Discussions on food and agricultural trade to end global hunger held

Updated: Mar 24, 2021

Trade is a powerful tool and there are ways to put that power to use. PHOTO: ImageCollab

An event to discuss the importance of food and agricultural trade for ending global hunger, to identify critical trade-offs associated with different policy measures and possible priorities for action was held on 7 December. QU Dongyu, director-general at FAO, said in his keynote remarks we are only nine seasons away from 2030, alluding to Sustainable Development Goal 2 of ending hunger by 2030, at the event by the FAO Committee on Commodity Problems (CCP). "Trade is a powerful tool and there are ways to put that power to use which include avoiding raising trade barriers especially in periods of crisis, formulating coherent and aligned policies to address trade-offs and harnessing the power of digital solutions and innovation. Innovation can solve contradictions that affect the dynamics of any single commodity. Coherent, complementary production systems are the key to agri-food system transformation," said Dongyu. The CCP, FAO's oldest technical committee established in 1949, tracks agricultural commodity markets and related policy issues. It consists of 110 members of the FAO along with observers, tasked with reviewing commodity problems of an international character affecting production, trade, distribution and consumption and suggesting policy options. Professor Jeffrey Sachs, director of the Center for Sustainable Development at Columbia University, said in his speech, trade is vital and complicated as we need responsible trade and sustainable trade. He said we have lacked that concept adequately in the past and will need it in the future. “Today, emerging digital technologies including tools such as the Hand-in-Hand Geospatial Platform can provide ways for trading rules and agri-food systems to address holistically the complex dimensions linked to environmental and social sustainability. Such issues should move to the top of the international agenda as they represent significant choices the world's smallholder farmers will need to make in the next 10 to 20 years,” said Sachs.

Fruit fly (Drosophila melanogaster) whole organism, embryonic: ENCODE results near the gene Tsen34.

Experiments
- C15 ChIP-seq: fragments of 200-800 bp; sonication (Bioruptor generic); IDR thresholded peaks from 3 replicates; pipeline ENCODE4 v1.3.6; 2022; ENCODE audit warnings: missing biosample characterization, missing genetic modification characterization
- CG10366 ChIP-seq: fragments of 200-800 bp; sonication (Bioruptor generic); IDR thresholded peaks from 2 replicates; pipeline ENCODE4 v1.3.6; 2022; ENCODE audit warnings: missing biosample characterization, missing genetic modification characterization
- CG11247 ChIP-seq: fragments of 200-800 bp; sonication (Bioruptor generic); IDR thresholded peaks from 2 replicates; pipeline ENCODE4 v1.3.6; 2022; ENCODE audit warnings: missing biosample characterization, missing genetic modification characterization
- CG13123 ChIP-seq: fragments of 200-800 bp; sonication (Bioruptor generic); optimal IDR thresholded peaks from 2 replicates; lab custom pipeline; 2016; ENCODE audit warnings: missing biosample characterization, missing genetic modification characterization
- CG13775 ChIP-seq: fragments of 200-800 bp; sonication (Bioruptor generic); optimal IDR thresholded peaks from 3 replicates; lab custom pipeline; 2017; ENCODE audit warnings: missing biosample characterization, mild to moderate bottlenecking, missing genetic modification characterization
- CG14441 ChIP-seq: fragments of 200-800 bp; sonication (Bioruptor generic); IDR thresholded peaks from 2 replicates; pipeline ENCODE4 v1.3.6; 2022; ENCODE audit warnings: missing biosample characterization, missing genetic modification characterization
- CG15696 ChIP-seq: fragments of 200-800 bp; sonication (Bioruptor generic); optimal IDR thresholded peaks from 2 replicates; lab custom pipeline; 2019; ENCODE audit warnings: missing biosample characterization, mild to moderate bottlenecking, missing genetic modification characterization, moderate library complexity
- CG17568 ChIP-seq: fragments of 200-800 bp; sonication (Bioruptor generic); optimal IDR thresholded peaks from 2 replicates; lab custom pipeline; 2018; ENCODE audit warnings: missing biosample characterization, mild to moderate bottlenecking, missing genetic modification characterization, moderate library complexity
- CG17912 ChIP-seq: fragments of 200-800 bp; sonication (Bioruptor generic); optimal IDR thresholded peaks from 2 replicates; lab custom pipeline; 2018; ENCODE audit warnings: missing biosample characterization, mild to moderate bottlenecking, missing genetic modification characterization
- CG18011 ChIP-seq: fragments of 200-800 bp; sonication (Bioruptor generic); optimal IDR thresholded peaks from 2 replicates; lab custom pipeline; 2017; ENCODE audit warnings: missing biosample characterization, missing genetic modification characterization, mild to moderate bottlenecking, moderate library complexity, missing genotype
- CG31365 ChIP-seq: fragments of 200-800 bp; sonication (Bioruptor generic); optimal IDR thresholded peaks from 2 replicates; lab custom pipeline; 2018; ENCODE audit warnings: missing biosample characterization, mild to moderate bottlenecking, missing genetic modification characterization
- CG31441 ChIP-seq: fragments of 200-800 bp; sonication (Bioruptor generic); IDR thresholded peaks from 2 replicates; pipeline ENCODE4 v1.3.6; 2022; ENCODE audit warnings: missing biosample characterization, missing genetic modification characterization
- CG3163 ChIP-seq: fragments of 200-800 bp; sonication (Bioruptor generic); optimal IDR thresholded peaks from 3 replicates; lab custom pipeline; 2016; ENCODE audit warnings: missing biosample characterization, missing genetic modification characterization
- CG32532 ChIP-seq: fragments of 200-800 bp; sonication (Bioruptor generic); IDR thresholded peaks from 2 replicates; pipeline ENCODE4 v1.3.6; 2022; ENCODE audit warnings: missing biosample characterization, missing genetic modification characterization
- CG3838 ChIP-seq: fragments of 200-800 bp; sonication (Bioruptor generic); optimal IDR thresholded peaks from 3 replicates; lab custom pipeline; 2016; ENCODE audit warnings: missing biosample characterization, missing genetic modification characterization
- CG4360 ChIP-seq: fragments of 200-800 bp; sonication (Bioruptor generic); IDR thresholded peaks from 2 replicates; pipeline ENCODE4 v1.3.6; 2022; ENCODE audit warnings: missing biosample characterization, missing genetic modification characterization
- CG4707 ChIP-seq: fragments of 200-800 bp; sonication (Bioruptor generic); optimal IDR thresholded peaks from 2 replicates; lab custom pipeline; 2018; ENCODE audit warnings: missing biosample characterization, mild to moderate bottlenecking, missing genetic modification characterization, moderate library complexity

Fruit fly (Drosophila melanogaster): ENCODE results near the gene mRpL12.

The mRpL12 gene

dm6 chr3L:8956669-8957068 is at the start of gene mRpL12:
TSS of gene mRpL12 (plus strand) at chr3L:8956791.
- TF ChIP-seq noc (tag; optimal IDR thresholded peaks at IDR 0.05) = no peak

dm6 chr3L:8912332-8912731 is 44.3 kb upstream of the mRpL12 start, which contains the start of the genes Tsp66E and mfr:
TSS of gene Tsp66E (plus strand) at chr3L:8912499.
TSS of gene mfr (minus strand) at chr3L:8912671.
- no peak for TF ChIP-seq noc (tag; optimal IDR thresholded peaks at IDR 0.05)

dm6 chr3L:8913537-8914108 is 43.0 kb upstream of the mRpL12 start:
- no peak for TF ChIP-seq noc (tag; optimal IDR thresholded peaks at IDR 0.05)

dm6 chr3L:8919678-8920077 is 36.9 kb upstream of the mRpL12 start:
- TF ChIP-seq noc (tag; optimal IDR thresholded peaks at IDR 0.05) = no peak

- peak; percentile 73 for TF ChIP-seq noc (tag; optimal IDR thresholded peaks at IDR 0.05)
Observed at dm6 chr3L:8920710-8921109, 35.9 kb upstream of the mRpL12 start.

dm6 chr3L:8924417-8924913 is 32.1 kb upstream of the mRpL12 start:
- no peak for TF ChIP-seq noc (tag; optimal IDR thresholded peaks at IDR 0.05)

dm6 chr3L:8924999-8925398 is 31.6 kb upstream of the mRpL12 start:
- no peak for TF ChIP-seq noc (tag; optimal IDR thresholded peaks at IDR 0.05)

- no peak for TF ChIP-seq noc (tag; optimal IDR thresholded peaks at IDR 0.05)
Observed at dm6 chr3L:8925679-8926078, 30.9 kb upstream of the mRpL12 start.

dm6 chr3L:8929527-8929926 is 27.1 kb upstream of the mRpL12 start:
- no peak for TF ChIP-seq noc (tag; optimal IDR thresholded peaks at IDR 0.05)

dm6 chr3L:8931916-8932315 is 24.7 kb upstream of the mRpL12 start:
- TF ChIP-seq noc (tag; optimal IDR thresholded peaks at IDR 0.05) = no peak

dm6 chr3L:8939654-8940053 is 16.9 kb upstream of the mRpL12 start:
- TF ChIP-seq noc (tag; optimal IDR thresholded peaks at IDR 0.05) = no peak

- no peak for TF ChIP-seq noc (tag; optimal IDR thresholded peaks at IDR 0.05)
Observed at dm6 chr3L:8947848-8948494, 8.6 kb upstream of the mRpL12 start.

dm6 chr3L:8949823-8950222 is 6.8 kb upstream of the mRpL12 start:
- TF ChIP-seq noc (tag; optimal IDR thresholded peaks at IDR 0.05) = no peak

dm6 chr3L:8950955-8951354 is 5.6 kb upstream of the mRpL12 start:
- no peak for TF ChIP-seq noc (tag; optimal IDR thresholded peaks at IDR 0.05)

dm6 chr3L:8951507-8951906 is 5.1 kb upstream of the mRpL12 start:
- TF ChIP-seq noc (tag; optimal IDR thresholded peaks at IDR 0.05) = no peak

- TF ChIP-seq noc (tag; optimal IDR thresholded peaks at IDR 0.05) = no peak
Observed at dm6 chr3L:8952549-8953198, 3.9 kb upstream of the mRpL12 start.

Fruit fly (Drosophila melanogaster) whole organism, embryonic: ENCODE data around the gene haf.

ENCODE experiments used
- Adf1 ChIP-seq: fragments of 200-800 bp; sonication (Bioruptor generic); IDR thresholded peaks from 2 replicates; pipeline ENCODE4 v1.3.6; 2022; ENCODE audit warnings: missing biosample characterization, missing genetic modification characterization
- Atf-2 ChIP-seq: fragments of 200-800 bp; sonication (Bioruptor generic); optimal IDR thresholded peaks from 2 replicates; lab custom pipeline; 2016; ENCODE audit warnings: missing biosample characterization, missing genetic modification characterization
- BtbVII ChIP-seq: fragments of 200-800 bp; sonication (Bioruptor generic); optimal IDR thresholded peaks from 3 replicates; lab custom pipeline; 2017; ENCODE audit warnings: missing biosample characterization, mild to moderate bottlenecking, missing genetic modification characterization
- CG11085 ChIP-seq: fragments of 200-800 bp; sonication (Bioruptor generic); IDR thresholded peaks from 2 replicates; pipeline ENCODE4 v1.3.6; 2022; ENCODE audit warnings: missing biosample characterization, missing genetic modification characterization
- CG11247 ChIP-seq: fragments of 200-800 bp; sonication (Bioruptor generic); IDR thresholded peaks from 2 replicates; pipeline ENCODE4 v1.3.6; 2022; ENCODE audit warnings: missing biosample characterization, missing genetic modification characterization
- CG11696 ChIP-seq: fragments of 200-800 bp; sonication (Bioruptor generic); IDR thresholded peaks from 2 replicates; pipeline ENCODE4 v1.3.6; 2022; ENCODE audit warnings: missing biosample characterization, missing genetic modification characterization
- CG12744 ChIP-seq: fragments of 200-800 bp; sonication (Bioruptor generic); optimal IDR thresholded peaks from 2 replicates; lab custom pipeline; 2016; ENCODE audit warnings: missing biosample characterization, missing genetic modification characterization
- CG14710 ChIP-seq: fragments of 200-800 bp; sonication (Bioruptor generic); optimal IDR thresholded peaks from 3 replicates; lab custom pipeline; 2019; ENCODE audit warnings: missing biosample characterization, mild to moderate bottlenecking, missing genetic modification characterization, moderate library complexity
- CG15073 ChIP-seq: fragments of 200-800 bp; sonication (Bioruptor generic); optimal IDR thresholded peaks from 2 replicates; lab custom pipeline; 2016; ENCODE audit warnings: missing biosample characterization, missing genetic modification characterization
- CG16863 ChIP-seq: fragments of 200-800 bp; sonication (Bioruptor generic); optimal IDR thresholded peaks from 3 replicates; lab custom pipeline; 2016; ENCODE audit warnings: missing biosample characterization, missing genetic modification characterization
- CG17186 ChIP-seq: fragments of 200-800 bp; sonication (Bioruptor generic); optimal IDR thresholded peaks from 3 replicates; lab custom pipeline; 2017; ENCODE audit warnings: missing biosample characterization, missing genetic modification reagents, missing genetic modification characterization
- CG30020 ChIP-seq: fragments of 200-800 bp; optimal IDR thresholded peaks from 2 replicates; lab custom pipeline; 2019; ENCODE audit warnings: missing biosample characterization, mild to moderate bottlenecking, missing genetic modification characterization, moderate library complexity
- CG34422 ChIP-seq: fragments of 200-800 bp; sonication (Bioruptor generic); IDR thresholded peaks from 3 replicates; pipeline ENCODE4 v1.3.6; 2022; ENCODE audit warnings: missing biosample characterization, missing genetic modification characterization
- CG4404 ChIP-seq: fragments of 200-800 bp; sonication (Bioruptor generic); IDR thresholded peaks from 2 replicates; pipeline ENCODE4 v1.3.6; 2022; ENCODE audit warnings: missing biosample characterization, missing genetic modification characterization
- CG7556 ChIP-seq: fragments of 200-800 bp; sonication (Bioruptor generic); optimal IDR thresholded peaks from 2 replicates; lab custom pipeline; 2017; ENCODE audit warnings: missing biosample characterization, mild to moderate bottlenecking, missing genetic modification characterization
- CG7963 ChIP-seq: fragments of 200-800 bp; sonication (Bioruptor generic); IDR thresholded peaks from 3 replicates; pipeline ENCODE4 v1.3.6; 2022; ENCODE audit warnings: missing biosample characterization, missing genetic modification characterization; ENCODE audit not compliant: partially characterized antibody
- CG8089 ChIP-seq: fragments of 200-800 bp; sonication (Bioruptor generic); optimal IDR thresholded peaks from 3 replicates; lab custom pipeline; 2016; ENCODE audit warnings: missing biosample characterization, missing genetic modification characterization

The discussion was facilitated by a new FAO report titled Trade and Sustainable Development Goal 2 - Policy options and their trade-offs that assess pathways to achieve the five targets set out by SDG 2. SDG2 aims to end hunger, all forms of malnutrition, double agricultural productivity and incomes of small-scale food producers, ensure sustainable food production systems and maintain genetic diversity. The report states that trade is often a policy priority area for FAO members and is a means of implementation for achieving the SDGs. While SDG 2 commits countries to correct and prevent trade restrictions and distortions in world agricultural markets, harnessing international trade to achieve the SDG agenda, it requires addressing the trade-offs between economic, social and environmental outcomes. Government interventions may be required to address market failures, for example to protect biodiversity, minimize damage to the climate or achieve certain social outcomes, according to the report. Boubaker Ben-Belhassen, secretary of the CCP and director of markets and trade division of FAO, said to ensure progress towards SDG2, governments will need to go beyond a narrow focus on the elimination of agricultural export subsidies. “Governments will need to take a broader approach to indicators of progress that encompass the measures that affect trade and markets in the global food system. The value of global agricultural trade has increased enormously in the past two decades, and its structure and patterns have evolved and will continue to do so,” he says. Significantly, emerging economies account for an increasing share of global exports, while South-South ties have deepened with more than half of all the agricultural imports of middle- and low-income countries now sourced from within this group. National measures restricting food exports to protect domestic food security have often led to adverse outcomes. Adverse outcomes include favouring urban non-poor households and food processing businesses at the expense of farmers, many of whom are poor, as well as creating uncertainty in world markets. At the same time, the report notes subsidy schemes may have effects beyond trade and impact the environment or climate trends, considerations that could enrich multilateral negotiations. Maximo Torero, chief economist at the FAO, says we should not be afraid of global value chains, on the contrary, we must make them inclusive for smallholders so that trade can contribute to the struggle against inequality as well as poverty and hunger. He says what is critical is to achieve policy coherence and the alignment of incentives to incorporate trade-offs and the true cost of trade. FAO and its partners are working in nine pilot countries in Africa, Asia and Central America to bring international, national and local partners together to construct and implement capacity development plans for agricultural innovation. It harnesses the power of digital technologies to pilot, accelerate and scale innovative ideas with high potential for impact in food and agriculture, transforming digital solutions and services into global public goods.

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